Each year more than 140,000 people in the United States die from a stroke. It’s a condition recently making headlines after the sudden death of actor Luke Perry, who was only 52-years-old.
“I need to go check myself because he’s too young,” said Francisco Villarreal, a San Benito resident. “I’m 54. I mean you never know things happen.”
A condition Dr. Ameer Hassan, who’s the head of the Neuro-Science Department at Valley Baptist Neuro-Science Institute, said is common in the border Hispanic population.
“Because of the high incidents of hypertension, diabetes, obesity, there is an increased risk of stroke especially in the Valley,” Hassan said.
He says although the elderly is at risk of having a stroke, the younger population isn’t off the hook.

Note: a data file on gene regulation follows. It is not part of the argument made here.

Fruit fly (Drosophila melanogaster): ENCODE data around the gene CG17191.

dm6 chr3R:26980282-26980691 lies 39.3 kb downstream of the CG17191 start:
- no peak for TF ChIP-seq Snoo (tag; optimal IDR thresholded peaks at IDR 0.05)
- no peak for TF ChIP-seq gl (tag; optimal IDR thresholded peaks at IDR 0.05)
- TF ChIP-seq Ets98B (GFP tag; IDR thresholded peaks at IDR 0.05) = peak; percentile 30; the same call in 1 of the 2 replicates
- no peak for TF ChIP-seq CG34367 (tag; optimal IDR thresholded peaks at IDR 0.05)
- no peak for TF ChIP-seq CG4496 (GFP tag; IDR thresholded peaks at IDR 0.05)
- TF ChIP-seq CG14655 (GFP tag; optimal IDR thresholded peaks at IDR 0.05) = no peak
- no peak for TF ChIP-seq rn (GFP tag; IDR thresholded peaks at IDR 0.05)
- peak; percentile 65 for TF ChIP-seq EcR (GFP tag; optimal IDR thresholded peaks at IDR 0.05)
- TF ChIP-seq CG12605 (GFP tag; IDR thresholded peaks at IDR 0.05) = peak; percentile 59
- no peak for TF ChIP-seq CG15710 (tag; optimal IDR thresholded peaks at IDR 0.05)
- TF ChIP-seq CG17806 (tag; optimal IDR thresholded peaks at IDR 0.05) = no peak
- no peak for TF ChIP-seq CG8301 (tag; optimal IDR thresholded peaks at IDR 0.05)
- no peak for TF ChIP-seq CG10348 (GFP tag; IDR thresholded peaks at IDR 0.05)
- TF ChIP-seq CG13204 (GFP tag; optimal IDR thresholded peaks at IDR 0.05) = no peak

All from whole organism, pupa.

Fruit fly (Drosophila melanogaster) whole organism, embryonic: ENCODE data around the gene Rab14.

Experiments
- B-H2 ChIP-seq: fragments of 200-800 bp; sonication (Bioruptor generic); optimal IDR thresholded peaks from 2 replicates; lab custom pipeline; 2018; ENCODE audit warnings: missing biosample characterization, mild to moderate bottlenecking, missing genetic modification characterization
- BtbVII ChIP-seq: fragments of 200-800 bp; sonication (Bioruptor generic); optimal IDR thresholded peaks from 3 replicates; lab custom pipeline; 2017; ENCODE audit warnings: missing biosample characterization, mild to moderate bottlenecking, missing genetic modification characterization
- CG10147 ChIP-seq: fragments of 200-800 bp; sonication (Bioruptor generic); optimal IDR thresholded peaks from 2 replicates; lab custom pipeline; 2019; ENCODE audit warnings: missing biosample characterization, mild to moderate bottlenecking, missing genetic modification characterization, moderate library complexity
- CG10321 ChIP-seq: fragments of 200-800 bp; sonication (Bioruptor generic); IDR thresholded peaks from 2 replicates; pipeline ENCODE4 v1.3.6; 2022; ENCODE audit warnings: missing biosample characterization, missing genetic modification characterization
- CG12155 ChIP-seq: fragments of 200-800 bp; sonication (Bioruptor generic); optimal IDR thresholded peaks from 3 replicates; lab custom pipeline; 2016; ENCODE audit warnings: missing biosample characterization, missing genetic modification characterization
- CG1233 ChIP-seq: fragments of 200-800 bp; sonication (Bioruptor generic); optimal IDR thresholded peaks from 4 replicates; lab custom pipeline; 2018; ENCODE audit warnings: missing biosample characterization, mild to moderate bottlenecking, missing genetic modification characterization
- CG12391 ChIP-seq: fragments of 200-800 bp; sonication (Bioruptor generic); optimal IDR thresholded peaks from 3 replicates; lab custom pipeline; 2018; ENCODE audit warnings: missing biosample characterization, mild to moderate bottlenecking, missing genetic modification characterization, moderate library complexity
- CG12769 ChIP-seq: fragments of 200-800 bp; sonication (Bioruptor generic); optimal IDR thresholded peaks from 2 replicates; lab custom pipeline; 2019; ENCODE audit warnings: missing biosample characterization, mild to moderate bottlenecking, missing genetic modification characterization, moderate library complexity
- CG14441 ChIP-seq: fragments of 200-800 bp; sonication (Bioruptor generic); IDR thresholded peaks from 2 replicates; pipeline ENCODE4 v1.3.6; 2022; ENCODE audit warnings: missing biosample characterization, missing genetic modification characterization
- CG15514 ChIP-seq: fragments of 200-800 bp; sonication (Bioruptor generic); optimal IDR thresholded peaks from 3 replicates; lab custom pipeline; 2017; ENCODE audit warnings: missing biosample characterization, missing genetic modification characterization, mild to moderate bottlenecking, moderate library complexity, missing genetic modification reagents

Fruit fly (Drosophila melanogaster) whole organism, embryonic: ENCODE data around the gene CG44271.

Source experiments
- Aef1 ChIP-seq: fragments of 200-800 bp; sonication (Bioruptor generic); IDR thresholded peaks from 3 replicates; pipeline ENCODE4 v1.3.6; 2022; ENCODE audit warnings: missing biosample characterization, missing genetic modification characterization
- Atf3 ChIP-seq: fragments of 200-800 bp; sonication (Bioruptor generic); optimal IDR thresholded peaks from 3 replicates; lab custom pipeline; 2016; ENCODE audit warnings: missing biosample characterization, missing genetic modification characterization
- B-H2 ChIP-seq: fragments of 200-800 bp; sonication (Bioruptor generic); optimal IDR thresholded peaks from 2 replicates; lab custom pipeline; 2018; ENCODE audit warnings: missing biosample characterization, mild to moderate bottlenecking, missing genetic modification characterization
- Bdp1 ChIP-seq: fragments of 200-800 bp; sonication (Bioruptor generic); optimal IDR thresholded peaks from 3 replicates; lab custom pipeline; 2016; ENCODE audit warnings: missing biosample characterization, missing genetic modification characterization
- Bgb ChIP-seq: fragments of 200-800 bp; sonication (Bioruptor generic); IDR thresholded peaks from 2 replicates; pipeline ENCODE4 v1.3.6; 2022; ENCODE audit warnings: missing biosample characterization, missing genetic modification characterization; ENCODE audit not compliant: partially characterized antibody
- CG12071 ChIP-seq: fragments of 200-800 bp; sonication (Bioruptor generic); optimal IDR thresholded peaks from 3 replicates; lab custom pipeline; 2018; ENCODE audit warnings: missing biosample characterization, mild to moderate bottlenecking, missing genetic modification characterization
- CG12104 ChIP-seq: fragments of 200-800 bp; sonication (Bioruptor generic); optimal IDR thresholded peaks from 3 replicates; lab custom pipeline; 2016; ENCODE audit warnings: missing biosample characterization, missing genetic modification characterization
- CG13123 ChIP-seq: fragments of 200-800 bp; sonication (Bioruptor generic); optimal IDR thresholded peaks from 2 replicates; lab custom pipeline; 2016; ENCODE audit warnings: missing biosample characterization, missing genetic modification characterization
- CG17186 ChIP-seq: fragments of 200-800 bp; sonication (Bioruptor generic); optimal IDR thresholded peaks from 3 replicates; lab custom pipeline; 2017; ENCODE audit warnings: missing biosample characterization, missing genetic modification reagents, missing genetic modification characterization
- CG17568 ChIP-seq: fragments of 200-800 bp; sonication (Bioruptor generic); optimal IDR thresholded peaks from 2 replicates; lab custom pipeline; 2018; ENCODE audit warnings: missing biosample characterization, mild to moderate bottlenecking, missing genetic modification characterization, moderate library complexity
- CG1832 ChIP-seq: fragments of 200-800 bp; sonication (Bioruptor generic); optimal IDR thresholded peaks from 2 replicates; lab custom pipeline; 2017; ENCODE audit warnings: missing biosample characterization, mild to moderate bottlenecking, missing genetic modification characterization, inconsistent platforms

“The average age of strokes in the country is in the 60’s or 70’s. But it can happen to people in their 40’s and 50’s even,” Hassan said. “That’s typically an ischemic stroke and that’s 87 percent of the 800,000 strokes per year. “
Hassan says that usually happens when you have an abnormal rhythm in your heart and a clot breaks, which makes it difficult for the blood to pass through your brain.
He added that it’s a common factor for patients with strokes who have bad diets, high blood pressure, diabetes and obesity.
At Valley Baptist alone, doctors see about 850 strokes a year.
“From a prevention stand point, I would recommend 30 minutes a day of exercise, dieting, fruits and vegetables,” he said. “Most importantly, see your doctor.”
To catch warning signs of a stroke the American Heart Association Recommends using the “FAST” acronym which means: Face is dropping, Arms are weak, Speech difficulty and Time to call 911.
For those experiencing any stroke-like symptoms, Hassan says you should seek medical attention immediately.